Judge Ian Farlam ruled in April that if Mr X had to travel to where the commission was sitting from where he lives under witness protection, then return once he had finished testifying for the day, there would be a real risk his whereabouts may be discovered and that he would be killed.

Commission spokesperson Advocate Phuti Setati said there was nothing he could say about the safety of Mr X.

“We haven’t heard of anything like that. Anything to do with Mr X has to be taken to the SAPS as he is represented by them. For the commission he is like any other witness. He is the responsibility of the police."

5 holes in Mr X's testimony

Evidence leader Advocate Geoff Budlender punched at least five holes in the testimony of the police’s key witness, Mr X, at the Marikana Commission of Inquiry this week.

1. Budlender showed a photograph of a miner, taken on August 13, which Mr X claims is himself. “I have to say to you that I’m not an expert, none of us is an expert, on faces, but that face looks very different from your face. That’s a round face. Yours is a long face. Have you got a gap? Do you see that person has no gap in his front teeth?” Budlender asked.

Mr X insisted he was the man in the picture.

2. In 2013, at the Phokeng police station, Mr X stated that at the railway line, North West deputy police commissioner, William Mpembe, started counting for the miners to drop their weapons and before he could finish, the police started shooting. Mr X’s statement this year was in line with the police’s version of events. Budlender asked why he had changed his statement after consulting with SAPS lawyers.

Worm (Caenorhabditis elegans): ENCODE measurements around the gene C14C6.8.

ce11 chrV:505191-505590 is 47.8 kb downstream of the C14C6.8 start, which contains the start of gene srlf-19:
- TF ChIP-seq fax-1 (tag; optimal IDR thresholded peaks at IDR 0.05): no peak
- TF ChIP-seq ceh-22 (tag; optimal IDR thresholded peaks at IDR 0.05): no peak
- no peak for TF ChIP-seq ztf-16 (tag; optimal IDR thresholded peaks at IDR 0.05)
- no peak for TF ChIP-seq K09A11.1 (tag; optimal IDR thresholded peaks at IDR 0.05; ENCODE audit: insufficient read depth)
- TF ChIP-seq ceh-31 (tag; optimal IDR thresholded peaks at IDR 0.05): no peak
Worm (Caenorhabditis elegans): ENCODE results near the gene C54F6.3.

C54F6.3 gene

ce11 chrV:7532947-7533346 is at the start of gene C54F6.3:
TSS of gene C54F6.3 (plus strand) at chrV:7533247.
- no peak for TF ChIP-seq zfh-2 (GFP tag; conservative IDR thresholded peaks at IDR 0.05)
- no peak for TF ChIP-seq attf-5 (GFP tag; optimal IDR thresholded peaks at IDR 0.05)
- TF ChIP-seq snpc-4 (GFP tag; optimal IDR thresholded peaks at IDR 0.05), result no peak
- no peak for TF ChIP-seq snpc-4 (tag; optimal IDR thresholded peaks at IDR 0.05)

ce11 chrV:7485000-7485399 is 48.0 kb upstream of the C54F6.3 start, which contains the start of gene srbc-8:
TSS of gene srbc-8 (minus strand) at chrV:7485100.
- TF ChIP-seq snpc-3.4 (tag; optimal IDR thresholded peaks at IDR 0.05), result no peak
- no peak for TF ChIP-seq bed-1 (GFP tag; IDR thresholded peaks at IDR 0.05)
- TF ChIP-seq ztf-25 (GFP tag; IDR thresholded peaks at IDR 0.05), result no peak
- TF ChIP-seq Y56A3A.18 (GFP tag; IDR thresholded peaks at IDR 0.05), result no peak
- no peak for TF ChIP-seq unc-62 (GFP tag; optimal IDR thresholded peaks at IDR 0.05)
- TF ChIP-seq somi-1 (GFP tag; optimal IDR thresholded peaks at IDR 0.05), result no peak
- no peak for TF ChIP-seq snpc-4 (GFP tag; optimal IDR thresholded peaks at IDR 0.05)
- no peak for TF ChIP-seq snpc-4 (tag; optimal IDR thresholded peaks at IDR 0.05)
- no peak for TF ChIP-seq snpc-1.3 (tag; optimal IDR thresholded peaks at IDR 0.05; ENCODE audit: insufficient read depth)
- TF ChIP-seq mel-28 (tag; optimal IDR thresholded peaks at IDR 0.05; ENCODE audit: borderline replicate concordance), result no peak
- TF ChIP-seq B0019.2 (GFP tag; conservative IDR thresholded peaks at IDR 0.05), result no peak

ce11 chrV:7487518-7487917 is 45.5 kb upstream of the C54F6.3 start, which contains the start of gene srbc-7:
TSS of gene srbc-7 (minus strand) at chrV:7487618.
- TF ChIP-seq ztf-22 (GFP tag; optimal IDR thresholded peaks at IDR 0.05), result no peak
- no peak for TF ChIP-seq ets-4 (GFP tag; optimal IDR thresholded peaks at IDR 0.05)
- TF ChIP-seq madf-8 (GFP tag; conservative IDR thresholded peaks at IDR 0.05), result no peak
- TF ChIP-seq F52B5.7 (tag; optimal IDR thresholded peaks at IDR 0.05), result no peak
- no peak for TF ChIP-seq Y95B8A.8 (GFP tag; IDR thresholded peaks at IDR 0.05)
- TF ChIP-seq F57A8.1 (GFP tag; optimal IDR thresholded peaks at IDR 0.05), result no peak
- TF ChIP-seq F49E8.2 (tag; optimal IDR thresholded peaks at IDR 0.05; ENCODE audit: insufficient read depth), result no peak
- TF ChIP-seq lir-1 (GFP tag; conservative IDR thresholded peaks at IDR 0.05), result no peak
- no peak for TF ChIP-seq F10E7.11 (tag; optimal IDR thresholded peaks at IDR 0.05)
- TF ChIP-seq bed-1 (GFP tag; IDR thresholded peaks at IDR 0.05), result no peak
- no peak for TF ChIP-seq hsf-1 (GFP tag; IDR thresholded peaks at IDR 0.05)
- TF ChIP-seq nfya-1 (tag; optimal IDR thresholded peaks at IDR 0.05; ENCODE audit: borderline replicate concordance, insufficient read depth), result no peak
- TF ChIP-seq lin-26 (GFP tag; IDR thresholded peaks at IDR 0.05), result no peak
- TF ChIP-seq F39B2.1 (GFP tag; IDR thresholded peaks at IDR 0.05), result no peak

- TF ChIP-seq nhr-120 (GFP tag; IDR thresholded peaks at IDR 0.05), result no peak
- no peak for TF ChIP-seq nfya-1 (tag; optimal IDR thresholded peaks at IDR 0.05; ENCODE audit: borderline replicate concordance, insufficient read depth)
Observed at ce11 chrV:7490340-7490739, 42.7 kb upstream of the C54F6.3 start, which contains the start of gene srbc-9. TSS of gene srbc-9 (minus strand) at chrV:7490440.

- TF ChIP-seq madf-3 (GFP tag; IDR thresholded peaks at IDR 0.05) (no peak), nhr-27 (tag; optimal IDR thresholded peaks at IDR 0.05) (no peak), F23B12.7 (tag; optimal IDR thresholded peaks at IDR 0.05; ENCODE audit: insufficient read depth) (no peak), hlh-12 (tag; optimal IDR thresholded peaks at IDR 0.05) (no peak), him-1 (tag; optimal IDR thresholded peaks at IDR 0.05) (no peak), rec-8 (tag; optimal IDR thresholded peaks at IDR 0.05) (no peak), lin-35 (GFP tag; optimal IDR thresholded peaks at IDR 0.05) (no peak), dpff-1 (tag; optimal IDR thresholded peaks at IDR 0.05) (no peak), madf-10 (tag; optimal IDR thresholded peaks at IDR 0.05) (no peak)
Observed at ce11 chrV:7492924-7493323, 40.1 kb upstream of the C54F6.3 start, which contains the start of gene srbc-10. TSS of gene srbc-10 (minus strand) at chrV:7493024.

3. On August 10 2012, Mr X claimed he was one of five miners nominated to represent the strikers at the Lonmin offices. He told the commission the five miners were Baai, Bhele, Booi and two others. He did not include himself.

4. Mr X also identified himself in a picture taken on

August?15, where miners were huddled together. He said he was wearing gumboots but when Budlender showed him that the man he claimed to be was in fact wearing shoes, Mr X quickly agreed he was wearing shoes.

5. Mr X claimed that Amcu president Joseph Mathunjwa checked by cellphone whether he could come to the koppie on the evening of August 14, then arrived to tell miners they should not listen to NUM president Senzeni Zokwana and instead kill him. Phone records showed that Mathunjwa’s cellphone did not make or receive any calls in North West that day. Mr X stood by his evidence.

Budlender said at the end of the hearings, he would submit three reasons showing Mr X was not present on August 13.

“The first reason is that you are not in the photograph which you pointed out as yourself,” he said. “The second is that you did not know what actually happened on August 13 until after you’d been taken into police protection, and thirdly, that even now you don’t know what actually happened on the 13th.” – Athandiwe Saba